This new gender entity is projected to have an annual budget of at least $500 million (NGO advocates had been pushing for a budget of $1 billion), of which the U.S. would likely be responsible for paying 22 percent, as it does with the U.N. regular budget. In addition to the concern that such a hefty price tag should raise, the need for such an agency is unclear, as Heritage Foundation expert Brett Schaefer explains:
Although consolidating three institutions addressing the same broad issue to remove overlap, reduce unnecessary costs, and enhance accountability does make sense, it is unclear why this consolidated entity must be "enhanced" and elevated within the U.N. system. Gender inequity is certainly rampant among many U.N. member states, particularly those in the Middle East that deny women the right to vote or participate in society with the same privileges as men. However, the U.N. is [already] dedicated to "promoting and encouraging respect for human rights and for fundamental freedoms for all without distinction as to race, sex, language, or religion." ... Gender equity should be a goal of the United Nations, but it would be better handled within the context of existing human rights institutions rather than as a new stand-alone organization that would actually work against mainstreaming the issue within the U.N. system.
Another perennial component of the CSW meetings is CEDAW. Supporters point to the full implementation of CEDAW--which the U.S. has not ratified--as the single greatest step toward achieving gender equality.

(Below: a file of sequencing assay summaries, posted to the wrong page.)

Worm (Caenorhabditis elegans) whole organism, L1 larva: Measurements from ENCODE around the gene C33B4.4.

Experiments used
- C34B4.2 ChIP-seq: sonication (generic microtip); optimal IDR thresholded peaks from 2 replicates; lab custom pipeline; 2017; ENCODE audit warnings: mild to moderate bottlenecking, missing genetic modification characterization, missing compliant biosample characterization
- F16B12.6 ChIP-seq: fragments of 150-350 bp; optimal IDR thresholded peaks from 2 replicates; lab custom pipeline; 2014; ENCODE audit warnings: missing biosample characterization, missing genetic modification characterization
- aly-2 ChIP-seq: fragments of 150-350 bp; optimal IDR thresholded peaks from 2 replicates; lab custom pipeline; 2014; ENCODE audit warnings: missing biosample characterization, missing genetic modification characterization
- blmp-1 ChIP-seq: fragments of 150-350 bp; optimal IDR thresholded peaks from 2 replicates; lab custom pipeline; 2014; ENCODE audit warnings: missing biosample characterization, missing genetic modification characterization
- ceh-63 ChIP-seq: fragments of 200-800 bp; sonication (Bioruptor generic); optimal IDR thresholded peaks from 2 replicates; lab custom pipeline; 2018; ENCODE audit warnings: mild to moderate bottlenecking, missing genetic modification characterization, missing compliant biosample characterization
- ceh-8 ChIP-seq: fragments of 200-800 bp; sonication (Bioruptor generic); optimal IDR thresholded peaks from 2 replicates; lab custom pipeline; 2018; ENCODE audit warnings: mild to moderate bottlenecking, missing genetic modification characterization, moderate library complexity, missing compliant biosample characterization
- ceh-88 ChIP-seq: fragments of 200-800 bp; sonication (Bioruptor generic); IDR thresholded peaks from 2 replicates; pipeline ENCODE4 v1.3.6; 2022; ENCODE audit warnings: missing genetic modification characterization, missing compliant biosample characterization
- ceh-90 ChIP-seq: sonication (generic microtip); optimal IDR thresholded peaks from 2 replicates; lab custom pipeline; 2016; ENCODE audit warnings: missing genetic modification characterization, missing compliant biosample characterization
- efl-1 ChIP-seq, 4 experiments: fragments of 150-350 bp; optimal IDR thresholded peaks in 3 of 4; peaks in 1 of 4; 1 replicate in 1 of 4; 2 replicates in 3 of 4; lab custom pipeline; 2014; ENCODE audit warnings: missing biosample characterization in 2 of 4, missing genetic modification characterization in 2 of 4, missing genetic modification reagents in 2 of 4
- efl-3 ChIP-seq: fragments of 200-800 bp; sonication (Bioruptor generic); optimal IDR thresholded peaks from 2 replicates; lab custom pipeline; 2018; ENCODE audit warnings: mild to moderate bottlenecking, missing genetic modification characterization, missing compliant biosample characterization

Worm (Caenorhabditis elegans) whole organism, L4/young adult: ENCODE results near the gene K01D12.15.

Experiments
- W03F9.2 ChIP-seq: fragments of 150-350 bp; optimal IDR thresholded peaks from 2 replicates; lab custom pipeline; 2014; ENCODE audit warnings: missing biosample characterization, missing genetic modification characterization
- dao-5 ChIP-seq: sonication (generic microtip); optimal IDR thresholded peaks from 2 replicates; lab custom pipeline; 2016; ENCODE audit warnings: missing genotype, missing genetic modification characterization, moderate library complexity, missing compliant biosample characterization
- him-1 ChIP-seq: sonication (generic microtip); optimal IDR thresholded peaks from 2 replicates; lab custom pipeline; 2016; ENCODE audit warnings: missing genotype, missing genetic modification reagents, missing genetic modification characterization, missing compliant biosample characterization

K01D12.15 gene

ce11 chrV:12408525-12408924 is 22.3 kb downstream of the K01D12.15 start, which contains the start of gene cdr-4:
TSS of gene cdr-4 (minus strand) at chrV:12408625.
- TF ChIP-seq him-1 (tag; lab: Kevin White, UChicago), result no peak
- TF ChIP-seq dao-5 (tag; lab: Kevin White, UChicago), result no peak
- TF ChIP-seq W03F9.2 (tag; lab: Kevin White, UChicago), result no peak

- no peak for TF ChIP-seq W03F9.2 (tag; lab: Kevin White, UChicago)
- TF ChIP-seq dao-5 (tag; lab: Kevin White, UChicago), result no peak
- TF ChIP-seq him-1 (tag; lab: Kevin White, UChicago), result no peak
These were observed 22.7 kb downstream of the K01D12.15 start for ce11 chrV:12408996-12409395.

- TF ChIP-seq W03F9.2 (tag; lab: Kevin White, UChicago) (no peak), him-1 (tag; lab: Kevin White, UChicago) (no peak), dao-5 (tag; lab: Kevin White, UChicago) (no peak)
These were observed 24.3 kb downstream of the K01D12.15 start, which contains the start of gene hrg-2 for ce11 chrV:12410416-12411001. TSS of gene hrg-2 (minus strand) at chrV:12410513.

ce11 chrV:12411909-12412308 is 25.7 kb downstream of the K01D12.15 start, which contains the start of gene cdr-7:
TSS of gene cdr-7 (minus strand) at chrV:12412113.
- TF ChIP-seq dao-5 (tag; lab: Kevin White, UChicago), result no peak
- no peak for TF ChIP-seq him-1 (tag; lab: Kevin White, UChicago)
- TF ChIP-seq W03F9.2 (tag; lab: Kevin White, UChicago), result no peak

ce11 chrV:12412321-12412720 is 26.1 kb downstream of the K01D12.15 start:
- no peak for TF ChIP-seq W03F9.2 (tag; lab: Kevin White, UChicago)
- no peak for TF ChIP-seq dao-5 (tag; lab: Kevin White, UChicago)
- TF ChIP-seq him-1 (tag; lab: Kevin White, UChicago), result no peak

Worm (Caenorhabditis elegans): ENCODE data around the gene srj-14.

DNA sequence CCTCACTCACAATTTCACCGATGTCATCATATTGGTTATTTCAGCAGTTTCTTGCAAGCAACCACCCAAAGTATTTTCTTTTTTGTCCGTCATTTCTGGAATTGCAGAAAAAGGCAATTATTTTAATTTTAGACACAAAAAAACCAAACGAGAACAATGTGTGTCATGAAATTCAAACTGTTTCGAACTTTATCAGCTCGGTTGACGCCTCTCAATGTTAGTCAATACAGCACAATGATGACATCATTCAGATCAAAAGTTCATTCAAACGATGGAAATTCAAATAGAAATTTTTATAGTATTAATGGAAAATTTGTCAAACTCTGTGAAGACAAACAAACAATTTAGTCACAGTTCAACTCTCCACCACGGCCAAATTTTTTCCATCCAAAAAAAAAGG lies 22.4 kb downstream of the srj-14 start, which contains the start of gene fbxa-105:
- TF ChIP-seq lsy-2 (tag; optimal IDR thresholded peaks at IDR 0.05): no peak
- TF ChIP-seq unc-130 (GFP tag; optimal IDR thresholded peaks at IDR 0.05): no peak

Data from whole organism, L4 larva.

In previous years, CSW delegations from the U.S. have made the case that the U.S. Constitution is a far better guardian of the rights of American women than any international treaty could ever be. They have pointed to the long list of policies and aid programs that the U.S. has undertaken to improve the status and rights of women around the world. Furthermore, under previous Administrations the U.S. delegates have pointed out that many of the signatories to CEDAW have deplorable human rights records, and these countries have not advanced women's human rights any faster after joining the convention.
Now, however, the Obama Administration has (albeit somewhat cautiously) jumped on the CEDAW bandwagon. Ambassador Susan Rice, U.S. Permanent Representative to the U.N., pronounced, "The Obama Administration strongly supports this landmark treaty, and is committed to United States ratification." To great applause at CSW, Secretary Clinton promised, "The Obama Administration will continue to work for the ratification of CEDAW ... because we believe it is past time, to take this step for women in our country and in all countries."
Resist the Radical Feminists
Since 1980, no U.S. Senate has found a compelling case to ratify CEDAW, and every U.S. Administration since President Carter's has declined to submit it to the Senate--and with good reason: Becoming a party to CEDAW would mean ceding authority to an unelected committee comprised of foreign gender "experts" and would do nothing to advance the rights of American women.
The U.S. can be proud of its record in upholding human rights for men, women, and children at home and worldwide and its work to protect the rights of women in particular wherever they are threatened. Congress should withhold U.S. funds for the new U.N. gender agency, whose stated mission would more appropriately be addressed by U.N. human rights institutions.
Grace S. Melton is Associate for Social Issues at the United Nations in the Richard and Helen DeVos Center for Religion and Civil Society at The Heritage Foundation.